I think there may be another couple of chapters’ worth of this.
is suffused with quiet. Shepard has never lived anywhere like this before – not
in the home of her youth, crowded with three younger brothers, not in the
series of barracks and shipboard bunks that lasted her military career, not in
her glitzy borrowed apartment on the Citadel. This house holds quiet like a
sponge. Shepard wakes in the morning to sunlight arcing through her window and
birds chirping, and goes to sleep with the sound of crickets.
sign of the ghost for the first few weeks. Shepard could almost believe she had
just imagined it. Garrus says he hasn’t seen or heard or smelled anything out
of the ordinary. He’s taking to this retreat better than she would have
expected; he set up a workshop down in the basement, where there are long
tables and a surprising amount of light. He plays music over his visor while he
tinkers away, and sometimes hums along.
does a little digging and discovers that the previous occupant of the house was
a middle-aged academic who taught literature at the college in the next town
over. She’d lived here alone. It seems like a lot of house for one person; some
days, it seems like a lot of house for Shepard and Garrus. They’re not even
using all the space. They keep the guest rooms closed up, and they don’t have
enough furniture of their own for the living room.
wasn’t alone,” says their neighbor, Patricia. “She always had students in and
out. Let them stay the night sometimes, or during school breaks.”
lives half a mile down the road. She’d come over the second day with an apple
pie, heaping with apples and cinnamon and brown, flaky crust. She’d apologized
for not bringing anything for Garrus.
“She was a
nice lady,” Patricia tells Shepard. “Kept to herself a lot, but never seemed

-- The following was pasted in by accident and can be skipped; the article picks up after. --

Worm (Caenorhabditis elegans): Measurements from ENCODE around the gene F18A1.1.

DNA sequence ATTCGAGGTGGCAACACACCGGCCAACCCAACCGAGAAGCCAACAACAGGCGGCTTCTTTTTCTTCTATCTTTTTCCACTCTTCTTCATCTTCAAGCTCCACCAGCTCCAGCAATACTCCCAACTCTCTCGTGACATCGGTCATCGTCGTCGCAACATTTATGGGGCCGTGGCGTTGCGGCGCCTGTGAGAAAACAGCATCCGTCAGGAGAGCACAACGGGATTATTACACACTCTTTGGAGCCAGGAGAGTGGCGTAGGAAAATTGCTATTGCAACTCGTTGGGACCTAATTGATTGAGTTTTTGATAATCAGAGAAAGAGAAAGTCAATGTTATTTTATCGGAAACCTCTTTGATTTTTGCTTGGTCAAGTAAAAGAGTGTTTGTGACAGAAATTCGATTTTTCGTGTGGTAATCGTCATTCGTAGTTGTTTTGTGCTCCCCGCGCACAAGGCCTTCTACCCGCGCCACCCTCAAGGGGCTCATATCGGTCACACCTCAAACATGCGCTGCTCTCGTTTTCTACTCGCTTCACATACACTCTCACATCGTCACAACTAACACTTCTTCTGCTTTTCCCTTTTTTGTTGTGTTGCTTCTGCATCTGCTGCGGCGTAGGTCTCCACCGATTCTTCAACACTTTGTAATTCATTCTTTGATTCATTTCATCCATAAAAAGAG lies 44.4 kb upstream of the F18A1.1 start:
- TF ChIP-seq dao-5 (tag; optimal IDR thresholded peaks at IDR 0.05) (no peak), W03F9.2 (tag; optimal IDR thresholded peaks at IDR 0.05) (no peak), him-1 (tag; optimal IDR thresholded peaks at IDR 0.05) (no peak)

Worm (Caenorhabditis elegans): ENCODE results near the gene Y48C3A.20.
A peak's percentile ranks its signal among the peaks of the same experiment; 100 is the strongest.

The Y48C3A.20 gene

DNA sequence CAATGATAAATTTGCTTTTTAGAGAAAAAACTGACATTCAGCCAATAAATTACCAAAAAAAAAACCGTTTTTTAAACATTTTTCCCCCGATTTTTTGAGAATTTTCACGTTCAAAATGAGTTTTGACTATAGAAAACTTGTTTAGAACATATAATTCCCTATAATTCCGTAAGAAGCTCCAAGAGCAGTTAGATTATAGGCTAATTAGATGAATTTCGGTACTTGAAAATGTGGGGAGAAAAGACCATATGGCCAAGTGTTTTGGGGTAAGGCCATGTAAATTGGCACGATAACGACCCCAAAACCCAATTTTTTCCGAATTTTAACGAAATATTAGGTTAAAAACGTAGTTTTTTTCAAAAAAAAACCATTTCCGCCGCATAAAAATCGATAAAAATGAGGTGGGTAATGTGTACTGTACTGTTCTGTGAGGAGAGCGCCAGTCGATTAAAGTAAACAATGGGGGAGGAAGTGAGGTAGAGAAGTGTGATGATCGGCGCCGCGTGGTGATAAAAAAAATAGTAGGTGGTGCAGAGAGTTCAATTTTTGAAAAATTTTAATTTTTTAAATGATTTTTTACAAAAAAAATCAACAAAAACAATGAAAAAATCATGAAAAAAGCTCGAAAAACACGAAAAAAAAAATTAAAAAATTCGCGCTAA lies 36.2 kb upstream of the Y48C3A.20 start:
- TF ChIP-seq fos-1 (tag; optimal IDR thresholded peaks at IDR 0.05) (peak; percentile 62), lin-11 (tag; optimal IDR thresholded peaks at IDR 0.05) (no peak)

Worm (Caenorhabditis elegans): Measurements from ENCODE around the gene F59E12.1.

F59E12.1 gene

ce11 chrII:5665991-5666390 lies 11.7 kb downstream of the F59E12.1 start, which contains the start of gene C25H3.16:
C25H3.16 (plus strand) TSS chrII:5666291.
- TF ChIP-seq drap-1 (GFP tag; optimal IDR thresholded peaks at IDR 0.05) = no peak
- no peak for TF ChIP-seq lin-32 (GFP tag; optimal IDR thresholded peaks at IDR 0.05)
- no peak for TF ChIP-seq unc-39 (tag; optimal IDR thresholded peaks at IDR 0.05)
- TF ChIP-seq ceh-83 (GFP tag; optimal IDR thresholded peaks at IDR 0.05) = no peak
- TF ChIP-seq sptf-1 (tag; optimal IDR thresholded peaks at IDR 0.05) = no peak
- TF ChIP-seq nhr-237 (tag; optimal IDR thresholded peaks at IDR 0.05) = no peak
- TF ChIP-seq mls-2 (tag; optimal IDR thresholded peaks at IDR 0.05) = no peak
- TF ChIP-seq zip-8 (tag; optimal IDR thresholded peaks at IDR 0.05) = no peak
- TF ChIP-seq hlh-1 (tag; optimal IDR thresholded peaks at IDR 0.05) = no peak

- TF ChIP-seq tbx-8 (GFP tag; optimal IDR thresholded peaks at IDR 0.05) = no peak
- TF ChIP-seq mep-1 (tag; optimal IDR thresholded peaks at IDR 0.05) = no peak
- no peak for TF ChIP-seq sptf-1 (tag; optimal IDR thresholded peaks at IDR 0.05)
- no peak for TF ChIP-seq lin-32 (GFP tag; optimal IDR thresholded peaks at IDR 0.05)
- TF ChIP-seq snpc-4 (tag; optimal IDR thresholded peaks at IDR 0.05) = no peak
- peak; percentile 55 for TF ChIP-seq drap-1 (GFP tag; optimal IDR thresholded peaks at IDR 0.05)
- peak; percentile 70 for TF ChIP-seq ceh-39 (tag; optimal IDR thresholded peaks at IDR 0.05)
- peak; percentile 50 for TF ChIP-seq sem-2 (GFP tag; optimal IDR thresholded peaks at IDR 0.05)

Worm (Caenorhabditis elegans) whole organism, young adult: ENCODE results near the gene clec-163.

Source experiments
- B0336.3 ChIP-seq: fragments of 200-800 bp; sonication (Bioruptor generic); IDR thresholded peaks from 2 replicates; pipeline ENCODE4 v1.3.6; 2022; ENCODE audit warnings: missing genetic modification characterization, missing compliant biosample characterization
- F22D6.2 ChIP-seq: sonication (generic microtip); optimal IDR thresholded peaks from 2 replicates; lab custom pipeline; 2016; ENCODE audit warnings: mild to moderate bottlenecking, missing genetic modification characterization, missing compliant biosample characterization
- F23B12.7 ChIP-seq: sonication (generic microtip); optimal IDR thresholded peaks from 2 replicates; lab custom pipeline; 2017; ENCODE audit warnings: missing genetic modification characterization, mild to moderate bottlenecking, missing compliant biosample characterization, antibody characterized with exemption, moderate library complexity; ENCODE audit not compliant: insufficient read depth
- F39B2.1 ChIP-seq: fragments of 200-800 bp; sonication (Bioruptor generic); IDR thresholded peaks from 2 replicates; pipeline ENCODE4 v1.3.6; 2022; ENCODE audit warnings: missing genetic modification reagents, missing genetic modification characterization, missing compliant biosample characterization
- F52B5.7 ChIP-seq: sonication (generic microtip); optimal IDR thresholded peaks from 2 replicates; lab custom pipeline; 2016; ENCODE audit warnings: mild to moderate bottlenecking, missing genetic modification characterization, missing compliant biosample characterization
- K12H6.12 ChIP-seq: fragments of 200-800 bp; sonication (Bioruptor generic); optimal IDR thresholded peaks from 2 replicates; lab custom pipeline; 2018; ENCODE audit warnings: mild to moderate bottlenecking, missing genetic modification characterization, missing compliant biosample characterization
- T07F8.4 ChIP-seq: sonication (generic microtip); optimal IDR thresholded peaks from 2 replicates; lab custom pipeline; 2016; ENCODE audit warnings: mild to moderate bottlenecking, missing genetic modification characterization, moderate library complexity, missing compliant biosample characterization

mostly sees Patricia when she goes out for a run. If she goes the right
direction, she loops past Patricia’s house, and sometimes Patricia’s out
working in the garden, and Shepard slows down to say hello. One of those times,
Shepard asks about the lights in the basement.
to garden,” Patricia explains. “She’d start seeds down there in the winter.”
father had been an agronomist, but it was all large-scale, developing plants
that would thrive on Mindoir. They’d had only a tiny garden and a couple of
houseplants, no room for anything like that in their cramped little house.
“She had a
lot of hobbies,” Patricia adds. “She didn’t garden so much, the last few years
before. Don’t know if she got bored with it, or if her arthritis was acting
thanks her and starts her run home. In the warm glow of movement, sweat
prickling along her scalp and trickling between her shoulder blades, she thinks
about their predecessor. It sounds like a nice life. Quiet. Reading good books,
teaching young people, going home to her peaceful house and her garden. It’s
the kind of life Shepard has never had, nor ever particularly aspired to have,
back when she was a restless kid. Even then, before the attack, before
everything, she’d thought vaguely about enlisting.
here she is, not yet forty, but with her military career behind her, and the
rest of her life stretching ahead.
arrives back at the house, she surveys the clumps of plants on either side of
the front door and wonders if she can tell the difference between plants put
there on purpose and weeds. Maybe the extranet will tell her, and later she can
come out and yank out some of the weeds.
climbs the front steps and enters the house. Inside, the kitchen smells like
turian spices, not like tea and cookies.